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Original Research ARTICLE Provisionally accepted The full-text will be published soon. Notify me

Front. Pharmacol. | doi: 10.3389/fphar.2018.01348

Clinical and financial implications of medicine consumption patterns at a leading referral hospital in Kenya to guide future planning of care

 Mercy Mulaku1, Patrick M. Kivoto1,  Margaret Oluka1, Charles Ouma2,  Alessandra Ferrario3,  Amanj Kurdi4, 5 and  Brian Godman4, 6, 7*
  • 1Department of Pharmacology and Pharmacognosy, School of Pharmacy, University of Nairobi, Kenya
  • 2Health Commodities and Services Management (HCSM) Program, MSH, Nairobi, Kenya, Management Sciences for Health, United States
  • 3Harvard Pilgrim Health Care, United States
  • 4Strathclyde Institute of Pharmacy and Biomedical Sciences, United Kingdom
  • 5Hawler Medical University, Iraq
  • 6Laboratory Medicine Clinical Pharmacology, Karolinska Institutet (KI), Sweden
  • 7Health Economics Centre, University of Liverpool, United Kingdom

Background: Medicines can constitute up to 70% of total health care budgets in developing countries as well as considerable expenditure in hospitals. Inventory management techniques can assist with managing resources efficiently. In Kenyatta National Hospital (KNH), a leading hospital in Kenya, over 30% of medical expenses are currently allocated to medicines, and this needs to be optimally managed. Objective: To investigate drug consumption patterns, their costs and morbidity patterns at KNH in recent year. Methodology: Cross-sectional retrospective record review. Inventory control techniques, ABC (Always, Better, Control), VEN (Vital, Essential and Non-essential) and ABC-VEN matrix analysis used to study drug expenditure patterns. Morbidity data extracted from the Medical Records. Results: Out of an average of 811 medicine types procured annually (ATC 5), 80% were formulary drugs and 20% were non-formulary. Class A medicines constituted 13.2% to 14.2% of different medicines procured each year but accounted for an average of 80% of total annual drug expenditure. Class B medicines constituted 15.9%-17% of all the drugs procured yearly but accounted for 15% of the annual expenditure, whilst Class C medicines constituted 70% of total medicines procured but only 5% of the total expenditure. Vital and Essential medicines consumed the highest percentage of drug expenditure. ABC-VEN categorization showed that an average of 31% medicine types consumed an average of 85% of total drug expenditure. Therapeutic category and Morbidity patterns analysis showed a mismatch between drug expenditure and morbidity patterns in over 85% of the categories. Conclusion: Class A medicines are few but consume the largest proportion of hospital drug expenditure. Vital and essential items consume the highest drug expenditure, and need to be carefully managed. ABC-VEN categorization identified medicines were major savings could potentially be made helped by Therapeutic category and Morbidity pattern analysis. There was a high percentage of non-formulary items, which needs to be addressed. Inventory control techniques should be applied routinely to optimize medicine use within available budgets especially in low and middle income countries. This is now being implemented.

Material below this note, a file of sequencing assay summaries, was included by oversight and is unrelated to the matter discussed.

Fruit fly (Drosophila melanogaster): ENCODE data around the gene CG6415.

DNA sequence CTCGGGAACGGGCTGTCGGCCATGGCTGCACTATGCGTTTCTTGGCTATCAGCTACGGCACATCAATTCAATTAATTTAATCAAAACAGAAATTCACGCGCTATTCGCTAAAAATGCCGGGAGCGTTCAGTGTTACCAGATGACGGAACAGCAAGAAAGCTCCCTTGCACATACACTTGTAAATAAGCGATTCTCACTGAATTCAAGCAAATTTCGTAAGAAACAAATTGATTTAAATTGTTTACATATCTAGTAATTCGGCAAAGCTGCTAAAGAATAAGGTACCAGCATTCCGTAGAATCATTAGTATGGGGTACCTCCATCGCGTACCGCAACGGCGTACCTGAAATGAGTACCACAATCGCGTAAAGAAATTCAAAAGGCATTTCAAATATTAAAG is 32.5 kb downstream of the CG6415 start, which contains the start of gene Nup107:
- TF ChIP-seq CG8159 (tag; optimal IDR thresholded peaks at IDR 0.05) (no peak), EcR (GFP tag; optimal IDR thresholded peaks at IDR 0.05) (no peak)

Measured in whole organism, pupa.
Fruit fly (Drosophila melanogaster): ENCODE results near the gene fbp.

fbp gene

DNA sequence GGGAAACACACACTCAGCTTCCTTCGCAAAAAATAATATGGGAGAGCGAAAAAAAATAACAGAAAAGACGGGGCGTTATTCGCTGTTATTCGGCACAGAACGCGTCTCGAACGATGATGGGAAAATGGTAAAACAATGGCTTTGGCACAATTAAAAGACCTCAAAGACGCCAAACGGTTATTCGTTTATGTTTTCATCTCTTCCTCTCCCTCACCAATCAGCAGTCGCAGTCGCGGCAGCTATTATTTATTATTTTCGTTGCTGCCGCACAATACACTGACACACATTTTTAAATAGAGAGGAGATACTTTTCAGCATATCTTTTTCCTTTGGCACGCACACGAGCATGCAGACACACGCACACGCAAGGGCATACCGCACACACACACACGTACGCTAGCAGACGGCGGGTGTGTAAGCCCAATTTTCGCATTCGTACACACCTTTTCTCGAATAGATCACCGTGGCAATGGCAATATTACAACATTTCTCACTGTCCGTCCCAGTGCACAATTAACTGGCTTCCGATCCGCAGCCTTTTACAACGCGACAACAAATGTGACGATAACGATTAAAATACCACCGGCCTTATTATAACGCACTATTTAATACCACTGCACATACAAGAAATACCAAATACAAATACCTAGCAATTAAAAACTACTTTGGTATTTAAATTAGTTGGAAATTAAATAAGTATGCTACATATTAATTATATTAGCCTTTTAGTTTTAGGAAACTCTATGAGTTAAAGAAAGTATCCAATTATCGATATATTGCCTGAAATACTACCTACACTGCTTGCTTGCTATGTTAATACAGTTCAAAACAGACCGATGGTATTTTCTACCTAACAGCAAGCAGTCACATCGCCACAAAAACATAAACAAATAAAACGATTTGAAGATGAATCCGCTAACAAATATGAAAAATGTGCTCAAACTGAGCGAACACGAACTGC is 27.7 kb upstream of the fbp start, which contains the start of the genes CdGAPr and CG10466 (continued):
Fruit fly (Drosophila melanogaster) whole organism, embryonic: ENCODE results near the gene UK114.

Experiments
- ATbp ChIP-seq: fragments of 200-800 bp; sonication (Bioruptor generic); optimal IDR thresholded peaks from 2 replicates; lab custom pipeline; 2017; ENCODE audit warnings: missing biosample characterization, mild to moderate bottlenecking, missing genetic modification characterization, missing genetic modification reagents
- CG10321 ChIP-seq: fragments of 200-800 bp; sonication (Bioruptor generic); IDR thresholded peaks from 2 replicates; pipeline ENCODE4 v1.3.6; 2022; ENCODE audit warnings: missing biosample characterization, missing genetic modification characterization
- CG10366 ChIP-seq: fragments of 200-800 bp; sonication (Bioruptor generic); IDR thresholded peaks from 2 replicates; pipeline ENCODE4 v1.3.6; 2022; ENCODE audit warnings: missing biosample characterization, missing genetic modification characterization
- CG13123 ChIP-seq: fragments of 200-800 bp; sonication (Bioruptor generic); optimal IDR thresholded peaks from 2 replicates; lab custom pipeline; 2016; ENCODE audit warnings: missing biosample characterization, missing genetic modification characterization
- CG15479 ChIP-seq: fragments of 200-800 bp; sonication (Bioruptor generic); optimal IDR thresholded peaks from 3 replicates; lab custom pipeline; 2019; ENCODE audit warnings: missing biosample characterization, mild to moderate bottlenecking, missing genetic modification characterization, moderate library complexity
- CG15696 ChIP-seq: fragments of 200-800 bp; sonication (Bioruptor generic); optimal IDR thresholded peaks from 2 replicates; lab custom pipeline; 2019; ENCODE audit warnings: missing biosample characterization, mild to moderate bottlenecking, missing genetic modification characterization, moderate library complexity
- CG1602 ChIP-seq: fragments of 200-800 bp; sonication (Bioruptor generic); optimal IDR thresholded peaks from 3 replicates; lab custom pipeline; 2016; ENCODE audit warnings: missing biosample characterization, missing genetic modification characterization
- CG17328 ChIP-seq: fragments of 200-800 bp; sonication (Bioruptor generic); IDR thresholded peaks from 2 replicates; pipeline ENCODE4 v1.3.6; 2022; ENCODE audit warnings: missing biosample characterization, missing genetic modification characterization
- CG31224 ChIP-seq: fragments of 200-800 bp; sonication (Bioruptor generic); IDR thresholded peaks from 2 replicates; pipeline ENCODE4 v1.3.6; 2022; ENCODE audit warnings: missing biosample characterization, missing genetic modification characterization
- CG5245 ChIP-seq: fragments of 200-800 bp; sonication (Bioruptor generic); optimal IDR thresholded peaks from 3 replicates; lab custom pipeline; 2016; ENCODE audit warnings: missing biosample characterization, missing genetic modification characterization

Keywords: ABC analysis, VEN analysis, medicines access, Hospitals, Kenya

Received: 31 Aug 2018; Accepted: 01 Nov 2018.

Edited by:

Sam Salek, University of Hertfordshire, United Kingdom

Reviewed by:

Marc H. De Longueville, UCB Pharma (Belgium), Belgium
Robert Sewell, Cardiff University, United Kingdom  

Copyright: © 2018 Mulaku, Kivoto, Oluka, Ouma, Ferrario, Kurdi and Godman. This is an open-access article distributed under the terms of the Creative Commons Attribution License (CC BY). The use, distribution or reproduction in other forums is permitted, provided the original author(s) and the copyright owner(s) are credited and that the original publication in this journal is cited, in accordance with accepted academic practice. No use, distribution or reproduction is permitted which does not comply with these terms.

* Correspondence: Prof. Brian Godman, Karolinska Institutet (KI), Laboratory Medicine Clinical Pharmacology, Solna, Sweden, mail@briangodman.co.uk